The Polish strikes have presented East and West European leaders with a situation that is potentially more damaging to improved relations between them than the Soviet invasion of Afghanistan eight months ago.
It has already put a crimp in Helmut Schmidt's designs, spoiling a pair of summit meetings this month planned by the West German chancellor with Polish party chief Edward Gierek and East German leader Erich Honecker.
The longer the crisis in Poland persists, the more questions are raised about Western governments continuing to seek stronger trade and diplomatic ties with Soviet Bloc states. This debate is especially fierce at the moment in West Germany.
In the midst of a national election campaign, West Germany's opposition Christian Democrat and Christian Social parties have sought to use the events in Poland to debunk the policy of gradual reconciliation wit Eastern Europe promoted by Schmidt's Social Democratic Party for the last 11 years.
Proclaiming solidarity with Poland's striking workers, the Bonn opposition charged that the West German government's Eastern policy has led it to support repressive and financially mismanaged communist regimes such as that in Warsaw.
Franz Josef Strauss, the opposition candidate running against Schmidt, at first urged West German banks to withhold their new credit of about $700 million for Poland until the demands of the strikers were met. This week, he proposed that the money be spent only on emergency food supplies for Poland, suggesting that the West send food parcels "in grand style" to Poland as the United States did to war-shattered Germany after World War II.
According to a spokesman for the Dresdner Bank, which has the lead in the consortium lending to Poland, the loan is still expected to go through, although bankers are said to be watching the situation in Poland very closely. aAnother Western consortium led by the Bank of America last week gave Poland an additional $325 million to help Warsaw finance its $20 billion deficit.
But the crisis in Poland spotlights a central question for Western governments and financial institutions -- namely, how best to aid those people who live under Soviet rule.
"The West must examine the question whether economic aid for East Bloc countries helps the people or whether it contributes to stabilizing communist systems there," declared the conservative West German daily Die Welt.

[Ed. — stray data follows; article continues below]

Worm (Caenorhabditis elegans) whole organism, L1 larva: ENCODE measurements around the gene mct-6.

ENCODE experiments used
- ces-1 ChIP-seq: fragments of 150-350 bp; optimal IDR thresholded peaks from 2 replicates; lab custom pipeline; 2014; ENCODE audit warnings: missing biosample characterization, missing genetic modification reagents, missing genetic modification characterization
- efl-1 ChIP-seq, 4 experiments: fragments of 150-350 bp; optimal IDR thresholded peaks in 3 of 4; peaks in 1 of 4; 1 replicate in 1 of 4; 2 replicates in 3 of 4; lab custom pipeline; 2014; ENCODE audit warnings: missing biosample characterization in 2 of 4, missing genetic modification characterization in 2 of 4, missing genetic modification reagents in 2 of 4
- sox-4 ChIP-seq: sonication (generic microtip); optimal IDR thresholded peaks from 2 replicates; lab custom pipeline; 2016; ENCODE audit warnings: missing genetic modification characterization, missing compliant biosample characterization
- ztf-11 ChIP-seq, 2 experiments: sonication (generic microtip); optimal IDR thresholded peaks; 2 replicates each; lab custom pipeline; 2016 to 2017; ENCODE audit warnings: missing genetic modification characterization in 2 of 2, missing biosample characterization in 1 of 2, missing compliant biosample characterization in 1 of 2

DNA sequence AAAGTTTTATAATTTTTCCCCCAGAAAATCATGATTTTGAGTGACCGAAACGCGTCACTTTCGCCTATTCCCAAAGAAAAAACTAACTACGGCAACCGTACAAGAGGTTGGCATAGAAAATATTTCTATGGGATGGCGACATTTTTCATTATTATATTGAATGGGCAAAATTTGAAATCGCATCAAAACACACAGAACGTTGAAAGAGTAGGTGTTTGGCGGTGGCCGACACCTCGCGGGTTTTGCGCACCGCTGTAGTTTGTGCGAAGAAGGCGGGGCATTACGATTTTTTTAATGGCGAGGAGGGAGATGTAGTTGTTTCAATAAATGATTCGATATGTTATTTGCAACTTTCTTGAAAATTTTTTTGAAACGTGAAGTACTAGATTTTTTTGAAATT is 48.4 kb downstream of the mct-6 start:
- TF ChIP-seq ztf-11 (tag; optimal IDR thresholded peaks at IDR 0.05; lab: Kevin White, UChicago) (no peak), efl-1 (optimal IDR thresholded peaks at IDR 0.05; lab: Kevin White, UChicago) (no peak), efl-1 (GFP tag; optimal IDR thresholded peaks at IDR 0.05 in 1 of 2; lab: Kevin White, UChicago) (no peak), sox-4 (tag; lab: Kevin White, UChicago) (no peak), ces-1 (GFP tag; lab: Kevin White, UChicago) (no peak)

The Bonn government has defended its thickening web of trade and diplomatic links with the East as fostering economic development, humanitarian gains and overall stability in Europe. But in a sharply worded editorial this week, the moderate West German daily Frankfurter Allgemeine attacked Bonn's Eastern policy for being based on "the false belief one can deal with totalitarian state leaders in the same sensible way as with others."
For West Germany, reexamining its conduct of detente is not simply a foreign policy matter, since improved relations with the communist East involve the future unity of the German people. West Germans no longer harbor the high hopes of a dismantling of the Berlin Wall or even of greatly relaxed east-west travel, which many did at the time Bonn's current eastern policy was launched. But most still seem dedicated to the concept that the key to the German question can lie only in peaceful removal of barriers and tensions across the whole of Europe.
In recent months, part of the Bonn government's strategy has been to try to broaden detente from the political and economic fields to the military -- something also desired by the Soviets, who currently hold an edge in Europe's military balance. To this end, Bonn and other European capitals have been hoping to use the conference review of the 1975 Helsinki accords, scheduled to begin in November in Madrid, to launch some sort of European disarmament conference.